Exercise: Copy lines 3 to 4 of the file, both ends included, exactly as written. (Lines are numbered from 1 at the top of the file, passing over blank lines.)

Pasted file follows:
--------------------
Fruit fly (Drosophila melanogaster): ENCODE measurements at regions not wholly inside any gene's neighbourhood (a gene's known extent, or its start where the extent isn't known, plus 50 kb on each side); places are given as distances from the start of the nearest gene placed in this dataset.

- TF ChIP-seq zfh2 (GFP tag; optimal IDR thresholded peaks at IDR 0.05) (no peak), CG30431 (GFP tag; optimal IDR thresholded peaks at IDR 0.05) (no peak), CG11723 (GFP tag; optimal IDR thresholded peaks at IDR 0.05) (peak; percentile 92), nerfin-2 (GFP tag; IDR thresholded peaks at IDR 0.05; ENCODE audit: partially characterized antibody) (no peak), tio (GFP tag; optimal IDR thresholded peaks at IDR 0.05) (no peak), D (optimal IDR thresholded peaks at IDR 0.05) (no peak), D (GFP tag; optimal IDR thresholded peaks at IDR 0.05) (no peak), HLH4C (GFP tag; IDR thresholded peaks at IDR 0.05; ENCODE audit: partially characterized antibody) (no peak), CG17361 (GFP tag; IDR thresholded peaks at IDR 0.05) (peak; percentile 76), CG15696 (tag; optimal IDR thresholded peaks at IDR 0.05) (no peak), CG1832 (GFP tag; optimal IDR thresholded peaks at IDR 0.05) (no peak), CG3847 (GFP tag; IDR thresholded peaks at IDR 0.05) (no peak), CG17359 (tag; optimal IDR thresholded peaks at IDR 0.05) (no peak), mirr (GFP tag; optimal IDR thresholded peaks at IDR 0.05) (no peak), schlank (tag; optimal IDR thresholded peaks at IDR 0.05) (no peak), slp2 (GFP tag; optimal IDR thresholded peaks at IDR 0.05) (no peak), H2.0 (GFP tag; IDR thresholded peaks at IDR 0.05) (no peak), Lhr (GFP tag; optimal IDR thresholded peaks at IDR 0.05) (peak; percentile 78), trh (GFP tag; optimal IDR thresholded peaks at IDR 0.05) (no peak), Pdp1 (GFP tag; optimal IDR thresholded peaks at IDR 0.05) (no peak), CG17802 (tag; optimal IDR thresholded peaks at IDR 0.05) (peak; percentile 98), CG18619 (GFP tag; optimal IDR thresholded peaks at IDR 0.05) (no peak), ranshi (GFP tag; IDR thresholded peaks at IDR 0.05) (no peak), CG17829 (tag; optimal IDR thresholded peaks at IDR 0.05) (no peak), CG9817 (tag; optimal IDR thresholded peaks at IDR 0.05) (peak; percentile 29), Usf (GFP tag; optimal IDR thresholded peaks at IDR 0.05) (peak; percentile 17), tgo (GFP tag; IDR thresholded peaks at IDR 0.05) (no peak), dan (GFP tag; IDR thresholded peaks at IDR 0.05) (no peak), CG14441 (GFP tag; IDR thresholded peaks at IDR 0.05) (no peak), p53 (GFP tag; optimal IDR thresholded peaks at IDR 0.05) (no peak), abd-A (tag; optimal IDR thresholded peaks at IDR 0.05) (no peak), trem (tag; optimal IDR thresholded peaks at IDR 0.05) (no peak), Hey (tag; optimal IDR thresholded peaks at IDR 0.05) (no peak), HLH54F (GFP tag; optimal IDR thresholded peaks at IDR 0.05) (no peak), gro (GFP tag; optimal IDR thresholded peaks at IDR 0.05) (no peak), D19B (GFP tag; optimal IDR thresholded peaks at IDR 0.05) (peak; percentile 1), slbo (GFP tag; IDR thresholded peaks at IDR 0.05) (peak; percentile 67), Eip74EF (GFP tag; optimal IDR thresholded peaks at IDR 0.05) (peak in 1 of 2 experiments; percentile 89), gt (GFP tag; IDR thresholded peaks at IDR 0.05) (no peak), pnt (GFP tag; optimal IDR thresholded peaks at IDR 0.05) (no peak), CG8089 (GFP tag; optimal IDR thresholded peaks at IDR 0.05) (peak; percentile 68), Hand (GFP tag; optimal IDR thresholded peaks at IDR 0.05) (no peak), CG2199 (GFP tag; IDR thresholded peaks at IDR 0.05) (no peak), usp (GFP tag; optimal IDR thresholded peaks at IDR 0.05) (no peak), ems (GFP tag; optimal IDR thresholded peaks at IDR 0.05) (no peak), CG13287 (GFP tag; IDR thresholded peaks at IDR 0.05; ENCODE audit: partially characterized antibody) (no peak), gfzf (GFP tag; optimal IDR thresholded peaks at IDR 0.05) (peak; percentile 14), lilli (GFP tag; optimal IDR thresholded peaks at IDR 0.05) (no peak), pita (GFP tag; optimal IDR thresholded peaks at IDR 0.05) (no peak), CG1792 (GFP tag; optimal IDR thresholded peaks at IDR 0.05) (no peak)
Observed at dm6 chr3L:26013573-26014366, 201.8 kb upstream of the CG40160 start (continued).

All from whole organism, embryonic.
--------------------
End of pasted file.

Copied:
Observed at dm6 chr3L:26013573-26014366, 201.8 kb upstream of the CG40160 start (continued).

All from whole organism, embryonic.